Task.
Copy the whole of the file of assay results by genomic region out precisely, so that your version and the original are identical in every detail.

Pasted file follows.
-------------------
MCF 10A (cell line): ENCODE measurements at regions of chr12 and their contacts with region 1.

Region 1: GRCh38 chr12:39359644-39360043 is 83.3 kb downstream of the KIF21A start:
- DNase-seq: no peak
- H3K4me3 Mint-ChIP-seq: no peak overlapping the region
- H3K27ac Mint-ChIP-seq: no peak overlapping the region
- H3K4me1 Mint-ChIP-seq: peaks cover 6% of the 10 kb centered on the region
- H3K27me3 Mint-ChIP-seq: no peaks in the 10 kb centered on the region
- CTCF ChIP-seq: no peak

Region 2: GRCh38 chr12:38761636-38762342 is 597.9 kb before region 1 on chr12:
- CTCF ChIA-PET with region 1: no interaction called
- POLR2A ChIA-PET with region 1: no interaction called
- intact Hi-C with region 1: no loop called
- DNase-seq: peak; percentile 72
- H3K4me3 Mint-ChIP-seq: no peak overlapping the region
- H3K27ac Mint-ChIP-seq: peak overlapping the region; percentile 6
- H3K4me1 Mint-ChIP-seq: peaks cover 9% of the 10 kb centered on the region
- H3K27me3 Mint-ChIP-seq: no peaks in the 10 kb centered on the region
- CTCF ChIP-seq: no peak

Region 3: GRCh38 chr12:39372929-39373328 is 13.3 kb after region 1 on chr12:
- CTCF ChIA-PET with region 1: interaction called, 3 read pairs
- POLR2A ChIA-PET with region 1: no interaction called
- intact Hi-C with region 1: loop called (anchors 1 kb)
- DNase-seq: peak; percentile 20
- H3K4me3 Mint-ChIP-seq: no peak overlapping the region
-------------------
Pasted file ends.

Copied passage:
MCF 10A (cell line): ENCODE measurements at regions of chr12 and their contacts with region 1.

Region 1: GRCh38 chr12:39359644-39360043 is 83.3 kb downstream of the KIF21A start:
- DNase-seq: no peak
- H3K4me3 Mint-ChIP-seq: no peak overlapping the region
- H3K27ac Mint-ChIP-seq: no peak overlapping the region
- H3K4me1 Mint-ChIP-seq: peaks cover 6% of the 10 kb centered on the region
- H3K27me3 Mint-ChIP-seq: no peaks in the 10 kb centered on the region
- CTCF ChIP-seq: no peak

Region 2: GRCh38 chr12:38761636-38762342 is 597.9 kb before region 1 on chr12:
- CTCF ChIA-PET with region 1: no interaction called
- POLR2A ChIA-PET with region 1: no interaction called
- intact Hi-C with region 1: no loop called
- DNase-seq: peak; percentile 72
- H3K4me3 Mint-ChIP-seq: no peak overlapping the region
- H3K27ac Mint-ChIP-seq: peak overlapping the region; percentile 6
- H3K4me1 Mint-ChIP-seq: peaks cover 9% of the 10 kb centered on the region
- H3K27me3 Mint-ChIP-seq: no peaks in the 10 kb centered on the region
- CTCF ChIP-seq: no peak

Region 3: GRCh38 chr12:39372929-39373328 is 13.3 kb after region 1 on chr12:
- CTCF ChIA-PET with region 1: interaction called, 3 read pairs
- POLR2A ChIA-PET with region 1: no interaction called
- intact Hi-C with region 1: loop called (anchors 1 kb)
- DNase-seq: peak; percentile 20
- H3K4me3 Mint-ChIP-seq: no peak overlapping the region